Functional redundancy often hinders the analysis of the TCP family members [15]. For example, TCP8, TCP14, and TCP15 are functionally redundant in regulating development and immune response [25, 26, 27, 28, 30], however, TCP8 and TCP15 may play different roles in controlling flowering. Overexpression of TCP15 promoted early flowering and the tcp15 loss-of-function mutant showed delayed flowering [17]. In the present study, the tcp8 single mutant had no obvious phenotype but TCP8 overexpression led to delayed flowering (Fig. 2b-d). According to previous studies, TCP15 directly activates SOC1 expression [17], and TCP8 functions upstream of FLC (Fig. 4), suggesting that TCP8 functions upstream of SOC1. In contrast to that observed with the immune response, TCP8 and TCP15 may have no redundancy in flowering regulation. TCP23 overexpression could also delay flowering under LD condition [36], suggesting that TCP23 and TCP8 may have overlapping functions in flowering control. To overcome the functional redundancy among TCP members, the chimeric TCP8-EAR protein was expressed in WT Col-0 to introduce dominant TCP8 repression, which resulted in various growth defects in the transgenic plants (Fig. 5). Compared with TCP14 and TCP15 dominant repression [37, 38, 39], the TCP8-EAR plants exhibited more severe developmental defects. This observation is consistent with the ubiquitous expression pattern of TCP8 during seedling development (Fig. 1).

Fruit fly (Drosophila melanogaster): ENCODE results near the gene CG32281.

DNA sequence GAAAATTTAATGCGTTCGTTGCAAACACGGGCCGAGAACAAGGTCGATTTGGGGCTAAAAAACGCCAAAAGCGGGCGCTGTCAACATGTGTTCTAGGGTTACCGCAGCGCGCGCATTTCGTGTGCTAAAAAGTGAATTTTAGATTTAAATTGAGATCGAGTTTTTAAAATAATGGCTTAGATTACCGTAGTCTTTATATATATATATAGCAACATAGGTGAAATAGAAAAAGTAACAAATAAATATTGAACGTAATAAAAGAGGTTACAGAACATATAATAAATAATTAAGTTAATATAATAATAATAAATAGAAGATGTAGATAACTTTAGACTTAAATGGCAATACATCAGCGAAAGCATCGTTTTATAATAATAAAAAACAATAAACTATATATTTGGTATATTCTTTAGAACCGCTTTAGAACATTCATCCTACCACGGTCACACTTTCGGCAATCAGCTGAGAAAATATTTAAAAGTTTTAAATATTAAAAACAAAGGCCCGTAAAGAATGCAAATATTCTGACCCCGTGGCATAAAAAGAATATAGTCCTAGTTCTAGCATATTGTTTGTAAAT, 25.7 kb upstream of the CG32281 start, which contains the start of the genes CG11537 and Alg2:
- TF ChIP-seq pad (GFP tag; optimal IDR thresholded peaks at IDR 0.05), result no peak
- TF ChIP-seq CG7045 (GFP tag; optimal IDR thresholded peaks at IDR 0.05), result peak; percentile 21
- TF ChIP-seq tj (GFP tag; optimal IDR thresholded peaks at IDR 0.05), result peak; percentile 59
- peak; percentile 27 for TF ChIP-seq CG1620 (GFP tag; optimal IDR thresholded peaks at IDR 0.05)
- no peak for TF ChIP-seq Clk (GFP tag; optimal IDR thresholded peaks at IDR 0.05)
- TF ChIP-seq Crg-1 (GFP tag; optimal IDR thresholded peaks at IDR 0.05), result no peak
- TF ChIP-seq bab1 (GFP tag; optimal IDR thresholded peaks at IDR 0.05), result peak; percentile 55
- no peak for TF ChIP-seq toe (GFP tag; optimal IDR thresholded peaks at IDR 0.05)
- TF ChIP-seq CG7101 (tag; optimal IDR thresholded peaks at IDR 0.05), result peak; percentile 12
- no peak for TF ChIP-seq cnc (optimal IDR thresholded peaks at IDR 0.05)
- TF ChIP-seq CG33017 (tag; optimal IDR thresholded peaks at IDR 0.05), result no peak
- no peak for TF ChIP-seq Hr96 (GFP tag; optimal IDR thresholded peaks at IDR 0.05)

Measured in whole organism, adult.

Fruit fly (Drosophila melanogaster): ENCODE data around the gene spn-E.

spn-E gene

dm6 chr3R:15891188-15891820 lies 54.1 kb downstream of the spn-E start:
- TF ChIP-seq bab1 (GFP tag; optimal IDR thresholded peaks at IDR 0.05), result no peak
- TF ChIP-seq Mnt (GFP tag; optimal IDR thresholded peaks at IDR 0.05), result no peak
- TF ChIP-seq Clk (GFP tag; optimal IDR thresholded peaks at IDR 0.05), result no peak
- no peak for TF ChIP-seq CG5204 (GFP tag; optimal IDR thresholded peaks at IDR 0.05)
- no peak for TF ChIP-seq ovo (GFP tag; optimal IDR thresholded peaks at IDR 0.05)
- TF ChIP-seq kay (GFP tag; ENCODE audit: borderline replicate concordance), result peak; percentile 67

TCP8 overexpression delayed flowering under both LD and SD conditions and TCP8 functions upstream of FLC, suggesting that TCP8 may play a role in the autonomous pathways. Consistent with this hypothesis, we found that the expression levels of several known autonomous pathway regulators, including FCA, FLK, LD, and FLD, were downregulated in the TCP8 overexpression lines (Additional file 4: Figure S4a), suggesting that TCP8 may indirectly affect FLC expression through regulating these genes. Consistent with this assumption, we failed to detect a direct interaction between TCP8 and the promoter of FLC in the EMSA and ChIP assay. Previous studies have suggested that the autonomous pathway factors mainly regulate FLC expression via post-transcriptional RNA-processing and epigenetic mechanisms [40, 41, 42]. Future work is required to characterize the interaction between TCP8 and FLC in detail. TCP14 and TCP15 have been shown to interact with MODIFIER OF snc1–1 (MOS1), which directly interacts with Suppressor of FRIGIDA 4—a transcriptional activator of FLC [28, 43]. In this scenario, TCP8 may also regulate FLC mRNA level through interaction with MOS1. Alternatively, TCP8 may compete the interaction between TCP14, TCP15 with MOS1, as protein-protein interactions between TCPs are prevalent [24, 35]. Previous studies have shown that the AP2-domain transcription factors TEMPRANILLO1 (TEM1) and TEM2 inhibit flowering under LD condition through direct transcriptional repression of FT [44]. Moreover, TEMs also regulate flowering involving the gibberellin levels and miR172, both required to orchestrate floral transition under SD conditions [45, 46]. Interestingly, we detected up-regulated levels of TEM1 and TEM2 in TCP8 overexpression lines under LD condition (Additional file 7: Figure S7). Examining the putative relationship between TCP8 and TEMs may provide new clues for their functions.